Be ruthless about protecting writing days, i.e., do not cave in to endless requests to have "essential" and "long overdue" meetings on those days. The funny thing is that, although writing has been my actual job for several years now, I still seem to have to fight for time in which to do it. Some people do not seem to grasp that I still have to sit down in peace and write the books, apparently believing that they pop up like mushrooms without my connivance. I must therefore guard the time allotted to writing as a Hungarian Horntail guards its firstborn egg.
Among the research, I found a book called THE LAND OF SADDLEBAGS, which was a reference to Kentucky’s early lack of ‘good’ roads. Roads and streams, I learned, defined ‘civilization’. As the early Romans knew, and as our modern military folk know, road-building was and is a major part of conquering a land. Migration needs roads of some sort.
To verify this, follow the old Warrior’s Path, which followed roughly along streams from far north in Canada to the southern tip of Florida. It was a trader’s path: the lifeblood supplier of rare and often necessary goods on which adjoining economies swung captive. Other trade routes intersected it in various places, so that goods from as far as Montana or even the Pacific’s shores have been found among grave goods in archeological digs in the region where I now live. Lacking the burden beasts of European introduction or reintroduction, most of the goods found transportation via canoe or raft – over easily traveled water routes. Fiber goods (fabrics, rope, etc.), artistic goods, exotic (to an area) foods, weapons components, and much, much more changed hands often in the hands of daring traders who risked life and limb for the joy of the trade and for the sheer adventure of the lifestyle.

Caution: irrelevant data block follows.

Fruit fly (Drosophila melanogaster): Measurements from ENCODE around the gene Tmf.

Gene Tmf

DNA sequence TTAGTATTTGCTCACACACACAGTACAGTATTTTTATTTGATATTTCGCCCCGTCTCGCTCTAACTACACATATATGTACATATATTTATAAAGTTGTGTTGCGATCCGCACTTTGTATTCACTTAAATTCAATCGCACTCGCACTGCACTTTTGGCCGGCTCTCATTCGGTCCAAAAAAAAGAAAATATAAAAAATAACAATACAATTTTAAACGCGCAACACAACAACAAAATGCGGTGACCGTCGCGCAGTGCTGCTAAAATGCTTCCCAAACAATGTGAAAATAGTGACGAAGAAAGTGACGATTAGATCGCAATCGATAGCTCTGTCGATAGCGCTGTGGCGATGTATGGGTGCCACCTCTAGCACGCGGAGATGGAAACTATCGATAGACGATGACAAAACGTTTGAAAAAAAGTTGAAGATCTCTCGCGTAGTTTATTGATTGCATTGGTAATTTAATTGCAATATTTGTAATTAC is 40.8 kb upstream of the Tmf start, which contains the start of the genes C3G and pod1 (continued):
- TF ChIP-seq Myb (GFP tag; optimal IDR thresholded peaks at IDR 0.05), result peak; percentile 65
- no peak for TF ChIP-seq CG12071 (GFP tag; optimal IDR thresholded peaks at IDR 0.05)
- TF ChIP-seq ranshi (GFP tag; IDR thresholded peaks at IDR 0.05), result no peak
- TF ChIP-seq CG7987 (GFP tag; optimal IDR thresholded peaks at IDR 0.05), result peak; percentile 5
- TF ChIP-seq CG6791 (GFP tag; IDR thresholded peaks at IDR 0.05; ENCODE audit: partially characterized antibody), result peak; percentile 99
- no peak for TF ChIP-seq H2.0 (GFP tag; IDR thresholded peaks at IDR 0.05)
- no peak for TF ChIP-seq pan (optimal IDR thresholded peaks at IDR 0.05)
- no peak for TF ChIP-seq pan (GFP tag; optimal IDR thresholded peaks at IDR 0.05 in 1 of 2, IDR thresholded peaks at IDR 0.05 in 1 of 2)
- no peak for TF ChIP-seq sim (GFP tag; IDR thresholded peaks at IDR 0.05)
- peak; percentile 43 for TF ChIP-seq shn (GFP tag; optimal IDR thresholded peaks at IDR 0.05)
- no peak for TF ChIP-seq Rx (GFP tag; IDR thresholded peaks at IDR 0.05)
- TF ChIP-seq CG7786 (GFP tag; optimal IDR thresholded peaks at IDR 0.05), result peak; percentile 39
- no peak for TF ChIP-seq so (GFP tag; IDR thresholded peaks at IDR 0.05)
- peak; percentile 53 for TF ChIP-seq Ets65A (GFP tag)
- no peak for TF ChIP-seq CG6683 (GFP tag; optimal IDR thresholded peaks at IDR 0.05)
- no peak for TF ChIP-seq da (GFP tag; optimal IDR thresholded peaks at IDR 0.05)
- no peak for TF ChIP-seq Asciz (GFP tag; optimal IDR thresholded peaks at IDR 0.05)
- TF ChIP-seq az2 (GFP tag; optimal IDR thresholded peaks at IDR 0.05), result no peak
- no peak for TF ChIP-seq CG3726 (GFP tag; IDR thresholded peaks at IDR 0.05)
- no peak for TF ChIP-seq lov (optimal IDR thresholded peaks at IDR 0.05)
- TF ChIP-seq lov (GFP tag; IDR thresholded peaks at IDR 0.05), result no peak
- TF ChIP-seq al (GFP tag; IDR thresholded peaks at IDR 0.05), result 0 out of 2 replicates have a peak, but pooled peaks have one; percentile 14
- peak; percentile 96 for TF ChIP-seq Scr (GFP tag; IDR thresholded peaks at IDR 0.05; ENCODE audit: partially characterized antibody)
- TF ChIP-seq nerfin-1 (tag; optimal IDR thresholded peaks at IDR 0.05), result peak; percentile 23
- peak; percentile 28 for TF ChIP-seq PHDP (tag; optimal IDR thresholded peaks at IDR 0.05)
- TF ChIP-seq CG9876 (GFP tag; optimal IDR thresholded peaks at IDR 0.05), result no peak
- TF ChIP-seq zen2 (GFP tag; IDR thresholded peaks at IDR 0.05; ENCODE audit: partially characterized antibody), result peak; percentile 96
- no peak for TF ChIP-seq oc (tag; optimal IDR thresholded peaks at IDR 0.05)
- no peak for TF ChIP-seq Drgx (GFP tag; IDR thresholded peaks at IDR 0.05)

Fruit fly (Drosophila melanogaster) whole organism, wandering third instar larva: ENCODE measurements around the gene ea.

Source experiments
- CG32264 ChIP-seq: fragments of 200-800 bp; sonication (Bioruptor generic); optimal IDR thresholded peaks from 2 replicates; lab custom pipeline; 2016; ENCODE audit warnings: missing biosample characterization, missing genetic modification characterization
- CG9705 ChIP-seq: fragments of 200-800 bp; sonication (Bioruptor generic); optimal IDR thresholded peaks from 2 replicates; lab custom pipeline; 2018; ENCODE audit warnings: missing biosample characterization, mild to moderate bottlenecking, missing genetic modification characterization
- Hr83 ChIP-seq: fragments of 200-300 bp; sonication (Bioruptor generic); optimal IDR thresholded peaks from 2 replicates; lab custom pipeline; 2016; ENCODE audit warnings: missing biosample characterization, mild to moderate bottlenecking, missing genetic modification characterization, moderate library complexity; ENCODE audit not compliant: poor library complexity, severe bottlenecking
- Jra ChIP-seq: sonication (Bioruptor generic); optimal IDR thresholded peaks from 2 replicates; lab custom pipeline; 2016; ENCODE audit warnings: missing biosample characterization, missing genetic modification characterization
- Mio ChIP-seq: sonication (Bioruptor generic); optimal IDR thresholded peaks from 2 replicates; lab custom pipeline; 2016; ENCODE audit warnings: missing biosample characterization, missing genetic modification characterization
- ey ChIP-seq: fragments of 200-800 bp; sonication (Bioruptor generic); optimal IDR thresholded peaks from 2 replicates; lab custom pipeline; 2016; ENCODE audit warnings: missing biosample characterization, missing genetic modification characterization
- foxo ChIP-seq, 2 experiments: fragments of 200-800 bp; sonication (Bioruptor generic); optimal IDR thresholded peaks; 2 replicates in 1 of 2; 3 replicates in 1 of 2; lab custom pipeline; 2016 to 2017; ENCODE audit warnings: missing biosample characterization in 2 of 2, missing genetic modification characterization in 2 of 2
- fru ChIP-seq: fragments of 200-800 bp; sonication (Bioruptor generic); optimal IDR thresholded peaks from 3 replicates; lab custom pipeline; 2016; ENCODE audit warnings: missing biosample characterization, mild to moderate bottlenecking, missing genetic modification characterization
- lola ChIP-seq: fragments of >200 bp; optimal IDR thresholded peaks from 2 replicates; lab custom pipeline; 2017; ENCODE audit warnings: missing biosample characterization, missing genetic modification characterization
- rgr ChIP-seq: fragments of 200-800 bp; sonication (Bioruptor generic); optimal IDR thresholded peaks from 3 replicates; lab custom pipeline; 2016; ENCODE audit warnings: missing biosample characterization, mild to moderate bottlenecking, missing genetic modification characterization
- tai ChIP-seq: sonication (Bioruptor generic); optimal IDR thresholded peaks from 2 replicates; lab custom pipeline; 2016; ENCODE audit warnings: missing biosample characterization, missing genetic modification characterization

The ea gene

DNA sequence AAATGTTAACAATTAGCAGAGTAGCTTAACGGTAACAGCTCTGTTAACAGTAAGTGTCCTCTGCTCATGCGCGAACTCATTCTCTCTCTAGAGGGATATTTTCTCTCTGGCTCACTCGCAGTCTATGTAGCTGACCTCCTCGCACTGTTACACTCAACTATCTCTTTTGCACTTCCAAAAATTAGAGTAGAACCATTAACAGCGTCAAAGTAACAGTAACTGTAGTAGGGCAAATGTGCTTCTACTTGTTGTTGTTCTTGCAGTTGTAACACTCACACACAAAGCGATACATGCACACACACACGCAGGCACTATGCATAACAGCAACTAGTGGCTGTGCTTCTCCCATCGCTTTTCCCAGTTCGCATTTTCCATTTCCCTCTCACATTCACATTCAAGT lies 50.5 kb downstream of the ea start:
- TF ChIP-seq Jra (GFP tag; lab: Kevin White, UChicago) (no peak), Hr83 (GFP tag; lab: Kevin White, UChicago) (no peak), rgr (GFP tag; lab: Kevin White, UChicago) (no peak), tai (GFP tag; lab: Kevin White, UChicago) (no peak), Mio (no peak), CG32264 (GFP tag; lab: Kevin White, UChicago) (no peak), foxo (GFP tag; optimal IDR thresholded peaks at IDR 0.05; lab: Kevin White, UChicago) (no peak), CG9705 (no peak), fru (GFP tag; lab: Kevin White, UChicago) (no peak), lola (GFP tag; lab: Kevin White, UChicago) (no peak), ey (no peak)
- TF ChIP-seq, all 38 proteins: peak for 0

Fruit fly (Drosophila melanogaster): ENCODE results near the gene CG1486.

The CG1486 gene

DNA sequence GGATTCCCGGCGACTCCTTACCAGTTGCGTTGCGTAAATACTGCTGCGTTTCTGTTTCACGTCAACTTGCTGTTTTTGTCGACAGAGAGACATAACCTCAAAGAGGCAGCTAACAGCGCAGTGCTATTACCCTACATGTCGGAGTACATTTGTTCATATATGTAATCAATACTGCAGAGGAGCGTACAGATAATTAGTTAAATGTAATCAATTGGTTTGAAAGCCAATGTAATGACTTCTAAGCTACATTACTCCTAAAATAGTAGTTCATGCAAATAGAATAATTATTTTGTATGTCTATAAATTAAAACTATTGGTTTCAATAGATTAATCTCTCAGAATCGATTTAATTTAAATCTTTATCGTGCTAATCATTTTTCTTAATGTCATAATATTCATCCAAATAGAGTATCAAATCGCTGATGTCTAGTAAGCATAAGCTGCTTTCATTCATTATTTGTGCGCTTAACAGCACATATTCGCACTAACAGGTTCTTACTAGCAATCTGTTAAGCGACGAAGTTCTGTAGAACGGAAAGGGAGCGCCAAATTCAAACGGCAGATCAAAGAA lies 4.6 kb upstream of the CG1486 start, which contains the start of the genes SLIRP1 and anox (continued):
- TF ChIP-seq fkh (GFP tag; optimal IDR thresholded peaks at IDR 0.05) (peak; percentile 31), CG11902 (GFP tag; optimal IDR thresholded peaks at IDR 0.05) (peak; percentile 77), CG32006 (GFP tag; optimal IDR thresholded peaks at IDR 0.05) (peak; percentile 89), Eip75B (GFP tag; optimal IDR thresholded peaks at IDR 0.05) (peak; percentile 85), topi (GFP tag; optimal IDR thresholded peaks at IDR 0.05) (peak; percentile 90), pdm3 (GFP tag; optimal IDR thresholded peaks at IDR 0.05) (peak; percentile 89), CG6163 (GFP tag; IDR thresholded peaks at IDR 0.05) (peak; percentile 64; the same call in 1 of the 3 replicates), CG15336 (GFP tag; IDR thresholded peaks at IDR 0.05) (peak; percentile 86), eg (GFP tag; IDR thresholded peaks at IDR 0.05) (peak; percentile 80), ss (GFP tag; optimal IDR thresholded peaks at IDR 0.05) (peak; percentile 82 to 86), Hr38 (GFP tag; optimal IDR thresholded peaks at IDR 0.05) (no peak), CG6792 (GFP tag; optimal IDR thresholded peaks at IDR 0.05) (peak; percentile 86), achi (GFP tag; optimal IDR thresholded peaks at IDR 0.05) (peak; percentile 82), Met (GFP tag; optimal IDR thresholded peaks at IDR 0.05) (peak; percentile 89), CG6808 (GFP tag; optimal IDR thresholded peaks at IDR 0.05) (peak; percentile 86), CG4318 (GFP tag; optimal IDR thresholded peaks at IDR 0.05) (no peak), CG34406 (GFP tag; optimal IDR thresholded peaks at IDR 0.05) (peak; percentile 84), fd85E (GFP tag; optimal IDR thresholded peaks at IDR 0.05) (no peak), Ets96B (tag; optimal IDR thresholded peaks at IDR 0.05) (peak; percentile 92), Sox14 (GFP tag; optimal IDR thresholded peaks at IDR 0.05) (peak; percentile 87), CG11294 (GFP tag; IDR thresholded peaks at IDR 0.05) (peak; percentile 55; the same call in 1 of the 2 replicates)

From the much-troubled lands of Scotland and Ireland, from Germany and England’s wild reaches, from the native peoples and those storm-wracked by the sea, the westbound migration found its heart and soul. As I came to write in my in-progress novel manuscript:
“There has always been a song in the hearts of my people, and of my peoples' ancestors. From sea to shining sea and beyond those great salt waters, the song has changed and grown. The soul of flute and bagpipe twine in the strings of an old fiddle, pain and joy are like birth and death: inseparable, each of them whole only when conjoined. I would have it no other way.”
“I hear my grandmother's voice in my ear, sometimes, like a whisper of leaves, a light, soft pattering of foxes' feet. I smell memories of her ways when cornbread rises golden in the pan, or a pot of strong coffee steams ready. I can feel her work-toughened hands on mine, knowing and calloused, when I walk among the trees and see their varied bark in the flicker of morning storm-light. Here, I too have come for solace. I cleanse my soul in these waters the mountains give freely, I come where I know home will always be as I touch the hard soil that gave me roots, that which still keeps the corn, the squash, and the beans growing for the next generation.”
Yes, I am a dreamer. I do not deny it nor apologize for it.